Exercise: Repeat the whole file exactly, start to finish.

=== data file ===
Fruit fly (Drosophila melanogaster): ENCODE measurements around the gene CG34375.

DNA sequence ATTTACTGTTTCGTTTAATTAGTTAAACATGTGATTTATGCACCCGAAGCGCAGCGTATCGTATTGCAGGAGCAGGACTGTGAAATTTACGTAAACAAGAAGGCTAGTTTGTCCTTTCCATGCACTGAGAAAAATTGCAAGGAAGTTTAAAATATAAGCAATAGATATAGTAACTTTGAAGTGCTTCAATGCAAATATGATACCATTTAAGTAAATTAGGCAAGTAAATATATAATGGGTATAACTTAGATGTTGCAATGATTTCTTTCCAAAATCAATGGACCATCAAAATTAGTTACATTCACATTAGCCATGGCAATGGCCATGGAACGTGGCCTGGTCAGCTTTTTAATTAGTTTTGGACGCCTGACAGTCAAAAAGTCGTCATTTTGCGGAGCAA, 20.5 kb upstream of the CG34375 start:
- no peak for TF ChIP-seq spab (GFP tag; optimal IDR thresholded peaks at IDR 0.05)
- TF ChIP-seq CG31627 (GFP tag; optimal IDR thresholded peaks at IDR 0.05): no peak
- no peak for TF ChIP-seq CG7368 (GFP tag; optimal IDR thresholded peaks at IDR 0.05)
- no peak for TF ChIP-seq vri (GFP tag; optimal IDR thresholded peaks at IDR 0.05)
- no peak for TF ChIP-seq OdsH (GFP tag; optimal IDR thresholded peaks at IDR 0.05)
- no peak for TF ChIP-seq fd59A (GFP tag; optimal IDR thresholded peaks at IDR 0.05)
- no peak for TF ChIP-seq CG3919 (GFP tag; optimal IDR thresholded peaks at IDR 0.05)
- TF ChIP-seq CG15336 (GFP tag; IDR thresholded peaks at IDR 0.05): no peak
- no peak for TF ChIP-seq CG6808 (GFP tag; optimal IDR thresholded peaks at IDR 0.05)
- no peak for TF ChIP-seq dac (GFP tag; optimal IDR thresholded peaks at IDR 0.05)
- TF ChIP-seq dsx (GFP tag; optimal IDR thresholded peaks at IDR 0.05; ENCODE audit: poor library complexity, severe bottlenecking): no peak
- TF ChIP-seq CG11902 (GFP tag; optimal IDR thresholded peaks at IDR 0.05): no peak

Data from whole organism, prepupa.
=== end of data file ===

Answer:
Fruit fly (Drosophila melanogaster): ENCODE measurements around the gene CG34375.

DNA sequence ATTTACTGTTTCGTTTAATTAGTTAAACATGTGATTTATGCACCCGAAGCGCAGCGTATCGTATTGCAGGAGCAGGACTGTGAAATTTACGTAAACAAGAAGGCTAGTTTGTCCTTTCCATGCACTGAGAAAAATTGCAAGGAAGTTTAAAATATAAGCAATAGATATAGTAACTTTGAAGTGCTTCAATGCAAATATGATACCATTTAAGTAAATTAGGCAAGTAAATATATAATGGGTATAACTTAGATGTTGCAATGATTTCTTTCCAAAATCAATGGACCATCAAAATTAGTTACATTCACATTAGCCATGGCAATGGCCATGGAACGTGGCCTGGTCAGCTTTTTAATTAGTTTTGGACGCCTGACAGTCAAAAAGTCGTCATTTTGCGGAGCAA, 20.5 kb upstream of the CG34375 start:
- no peak for TF ChIP-seq spab (GFP tag; optimal IDR thresholded peaks at IDR 0.05)
- TF ChIP-seq CG31627 (GFP tag; optimal IDR thresholded peaks at IDR 0.05): no peak
- no peak for TF ChIP-seq CG7368 (GFP tag; optimal IDR thresholded peaks at IDR 0.05)
- no peak for TF ChIP-seq vri (GFP tag; optimal IDR thresholded peaks at IDR 0.05)
- no peak for TF ChIP-seq OdsH (GFP tag; optimal IDR thresholded peaks at IDR 0.05)
- no peak for TF ChIP-seq fd59A (GFP tag; optimal IDR thresholded peaks at IDR 0.05)
- no peak for TF ChIP-seq CG3919 (GFP tag; optimal IDR thresholded peaks at IDR 0.05)
- TF ChIP-seq CG15336 (GFP tag; IDR thresholded peaks at IDR 0.05): no peak
- no peak for TF ChIP-seq CG6808 (GFP tag; optimal IDR thresholded peaks at IDR 0.05)
- no peak for TF ChIP-seq dac (GFP tag; optimal IDR thresholded peaks at IDR 0.05)
- TF ChIP-seq dsx (GFP tag; optimal IDR thresholded peaks at IDR 0.05; ENCODE audit: poor library complexity, severe bottlenecking): no peak
- TF ChIP-seq CG11902 (GFP tag; optimal IDR thresholded peaks at IDR 0.05): no peak

Data from whole organism, prepupa.